(This is an experiment in my blogging career... Let's see what happens! Besides, I don't have time to keep answering all of these wonderful comments so have fun answering each other!!! I look forward to reading them myself)

Sunday, October 26, 2008

Thank You!

I just wanted to say thanks to all of my readers - we hit some major records this weekend.
More than 10,000 people read my blog this month!
On Friday alone, almost 2,000 of you checked my site!

In appreciation of your readership and Loyalty, I'm offering 2 rewards:
1. If you sign up for my Option A "The Works" package on or before Friday, October 31st, 2008, I will honor the following coupon code for a surprise discount at checkout. (Enter Coupon Code: Blog Reader)

2. I will entertain any blog post topics you would like me to write about, and will try to write about then in the next week or two. Just leave comments to this post with your suggestions.

Now, since my blog readership has grown so much answering the comments has been getting a bit overwhelming. So, I'm going to ask everyone to abide by the following courtesies:

1. Please use a name when commenting, even it's a pretend name. It's way too confusing to answer to "Anonymous" because it is unclear which anonymous reader I'm responding to.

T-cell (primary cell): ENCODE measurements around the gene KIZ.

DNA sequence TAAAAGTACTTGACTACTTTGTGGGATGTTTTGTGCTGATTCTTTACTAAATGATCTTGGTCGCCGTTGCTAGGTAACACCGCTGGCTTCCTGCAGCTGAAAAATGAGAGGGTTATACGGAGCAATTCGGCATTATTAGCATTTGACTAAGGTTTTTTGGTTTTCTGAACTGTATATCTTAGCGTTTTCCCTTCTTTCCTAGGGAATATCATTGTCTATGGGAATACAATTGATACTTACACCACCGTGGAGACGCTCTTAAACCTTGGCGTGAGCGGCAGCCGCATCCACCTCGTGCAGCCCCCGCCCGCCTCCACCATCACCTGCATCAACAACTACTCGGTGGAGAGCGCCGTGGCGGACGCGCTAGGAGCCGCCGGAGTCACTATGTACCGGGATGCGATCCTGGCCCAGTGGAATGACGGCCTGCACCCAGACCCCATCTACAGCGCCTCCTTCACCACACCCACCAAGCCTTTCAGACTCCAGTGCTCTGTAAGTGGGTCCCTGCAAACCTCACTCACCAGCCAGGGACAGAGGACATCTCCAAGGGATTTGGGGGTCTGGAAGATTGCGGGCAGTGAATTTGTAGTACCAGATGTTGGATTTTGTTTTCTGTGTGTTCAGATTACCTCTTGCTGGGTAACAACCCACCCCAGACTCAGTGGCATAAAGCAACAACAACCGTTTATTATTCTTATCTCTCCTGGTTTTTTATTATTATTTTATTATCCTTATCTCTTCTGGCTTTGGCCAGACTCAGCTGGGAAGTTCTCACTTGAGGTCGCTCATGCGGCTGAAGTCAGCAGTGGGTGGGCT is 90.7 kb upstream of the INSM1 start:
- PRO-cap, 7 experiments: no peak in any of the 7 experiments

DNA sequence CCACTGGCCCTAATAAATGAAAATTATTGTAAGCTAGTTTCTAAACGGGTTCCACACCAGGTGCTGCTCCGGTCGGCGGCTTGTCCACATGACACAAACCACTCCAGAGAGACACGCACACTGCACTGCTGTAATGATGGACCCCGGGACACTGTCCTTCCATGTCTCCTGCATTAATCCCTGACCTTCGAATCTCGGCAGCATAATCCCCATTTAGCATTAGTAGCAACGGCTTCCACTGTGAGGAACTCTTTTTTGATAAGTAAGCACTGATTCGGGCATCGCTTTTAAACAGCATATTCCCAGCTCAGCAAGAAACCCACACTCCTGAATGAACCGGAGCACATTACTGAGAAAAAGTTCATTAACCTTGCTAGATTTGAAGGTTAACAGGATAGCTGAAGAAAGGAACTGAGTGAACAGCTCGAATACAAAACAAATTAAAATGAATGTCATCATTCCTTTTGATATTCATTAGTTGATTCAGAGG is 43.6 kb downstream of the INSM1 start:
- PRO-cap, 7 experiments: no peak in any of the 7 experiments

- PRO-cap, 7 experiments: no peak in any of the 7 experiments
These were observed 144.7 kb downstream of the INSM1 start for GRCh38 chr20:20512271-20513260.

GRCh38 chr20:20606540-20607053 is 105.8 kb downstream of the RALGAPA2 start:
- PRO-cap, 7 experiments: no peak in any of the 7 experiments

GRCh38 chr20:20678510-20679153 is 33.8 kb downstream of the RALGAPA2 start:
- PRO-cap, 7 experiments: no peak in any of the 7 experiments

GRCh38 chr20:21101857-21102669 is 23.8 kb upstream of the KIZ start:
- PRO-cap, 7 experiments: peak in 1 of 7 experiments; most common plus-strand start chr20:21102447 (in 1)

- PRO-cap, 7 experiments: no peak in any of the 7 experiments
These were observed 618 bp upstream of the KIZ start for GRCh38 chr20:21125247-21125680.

2. There are certain questions that are not conducive to being answered in a blog format. These include your chances at particular schools, whether or not you should retake the LSAT, and what you should write your personal statement about. These are the kinds of questions you need a law school admission counselor to answer, and I always offer free initial consultations to anyone considering using my services. See for more information.

I hope everyone is having a great weekend. And thank you so much for all of the nice comments about how much you appreciate my blog!


Saturday, October 25, 2008

More about Retaking the LSAT in December

One of my former clients who writes the pithy postings about her 1L year has a funny scenario that is very typical law school classroom fare so definitely check it out. She also read my posting yesterday about people who improved their LSATs in December and reminded me of the following:

"P.S. Regarding LSAT score retaking, don't forget me - 160 in June to 173 in December!
P.P.S. I still think that going through the Admissions process was harder than actual law school.

Have a good weekend everyone!